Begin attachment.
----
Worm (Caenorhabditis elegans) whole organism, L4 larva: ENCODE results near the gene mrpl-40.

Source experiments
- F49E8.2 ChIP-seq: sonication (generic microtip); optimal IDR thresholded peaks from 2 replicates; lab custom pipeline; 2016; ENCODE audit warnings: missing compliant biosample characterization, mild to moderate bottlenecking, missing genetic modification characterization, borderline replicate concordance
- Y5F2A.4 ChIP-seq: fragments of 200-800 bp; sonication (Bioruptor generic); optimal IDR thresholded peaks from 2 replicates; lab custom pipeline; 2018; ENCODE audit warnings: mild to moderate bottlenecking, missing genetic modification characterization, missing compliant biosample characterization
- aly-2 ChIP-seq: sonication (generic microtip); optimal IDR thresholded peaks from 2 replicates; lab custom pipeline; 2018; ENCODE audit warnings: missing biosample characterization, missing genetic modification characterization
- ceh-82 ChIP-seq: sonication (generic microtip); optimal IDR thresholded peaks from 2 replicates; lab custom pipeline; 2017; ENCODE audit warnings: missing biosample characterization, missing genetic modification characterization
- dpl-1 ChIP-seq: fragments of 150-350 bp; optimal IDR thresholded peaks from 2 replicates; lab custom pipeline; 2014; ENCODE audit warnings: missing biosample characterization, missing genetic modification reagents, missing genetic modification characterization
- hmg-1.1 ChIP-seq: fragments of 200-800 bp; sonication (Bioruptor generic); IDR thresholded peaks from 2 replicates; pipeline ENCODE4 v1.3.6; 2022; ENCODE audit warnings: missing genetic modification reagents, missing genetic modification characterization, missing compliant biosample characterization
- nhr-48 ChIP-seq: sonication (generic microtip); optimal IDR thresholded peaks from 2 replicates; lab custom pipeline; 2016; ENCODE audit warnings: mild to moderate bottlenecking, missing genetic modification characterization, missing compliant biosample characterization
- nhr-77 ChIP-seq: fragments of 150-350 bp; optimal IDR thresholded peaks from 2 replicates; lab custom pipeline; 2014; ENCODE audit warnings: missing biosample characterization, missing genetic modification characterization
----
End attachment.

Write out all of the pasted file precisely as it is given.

Worm (Caenorhabditis elegans) whole organism, L4 larva: ENCODE results near the gene mrpl-40.

Source experiments
- F49E8.2 ChIP-seq: sonication (generic microtip); optimal IDR thresholded peaks from 2 replicates; lab custom pipeline; 2016; ENCODE audit warnings: missing compliant biosample characterization, mild to moderate bottlenecking, missing genetic modification characterization, borderline replicate concordance
- Y5F2A.4 ChIP-seq: fragments of 200-800 bp; sonication (Bioruptor generic); optimal IDR thresholded peaks from 2 replicates; lab custom pipeline; 2018; ENCODE audit warnings: mild to moderate bottlenecking, missing genetic modification characterization, missing compliant biosample characterization
- aly-2 ChIP-seq: sonication (generic microtip); optimal IDR thresholded peaks from 2 replicates; lab custom pipeline; 2018; ENCODE audit warnings: missing biosample characterization, missing genetic modification characterization
- ceh-82 ChIP-seq: sonication (generic microtip); optimal IDR thresholded peaks from 2 replicates; lab custom pipeline; 2017; ENCODE audit warnings: missing biosample characterization, missing genetic modification characterization
- dpl-1 ChIP-seq: fragments of 150-350 bp; optimal IDR thresholded peaks from 2 replicates; lab custom pipeline; 2014; ENCODE audit warnings: missing biosample characterization, missing genetic modification reagents, missing genetic modification characterization
- hmg-1.1 ChIP-seq: fragments of 200-800 bp; sonication (Bioruptor generic); IDR thresholded peaks from 2 replicates; pipeline ENCODE4 v1.3.6; 2022; ENCODE audit warnings: missing genetic modification reagents, missing genetic modification characterization, missing compliant biosample characterization
- nhr-48 ChIP-seq: sonication (generic microtip); optimal IDR thresholded peaks from 2 replicates; lab custom pipeline; 2016; ENCODE audit warnings: mild to moderate bottlenecking, missing genetic modification characterization, missing compliant biosample characterization
- nhr-77 ChIP-seq: fragments of 150-350 bp; optimal IDR thresholded peaks from 2 replicates; lab custom pipeline; 2014; ENCODE audit warnings: missing biosample characterization, missing genetic modification characterization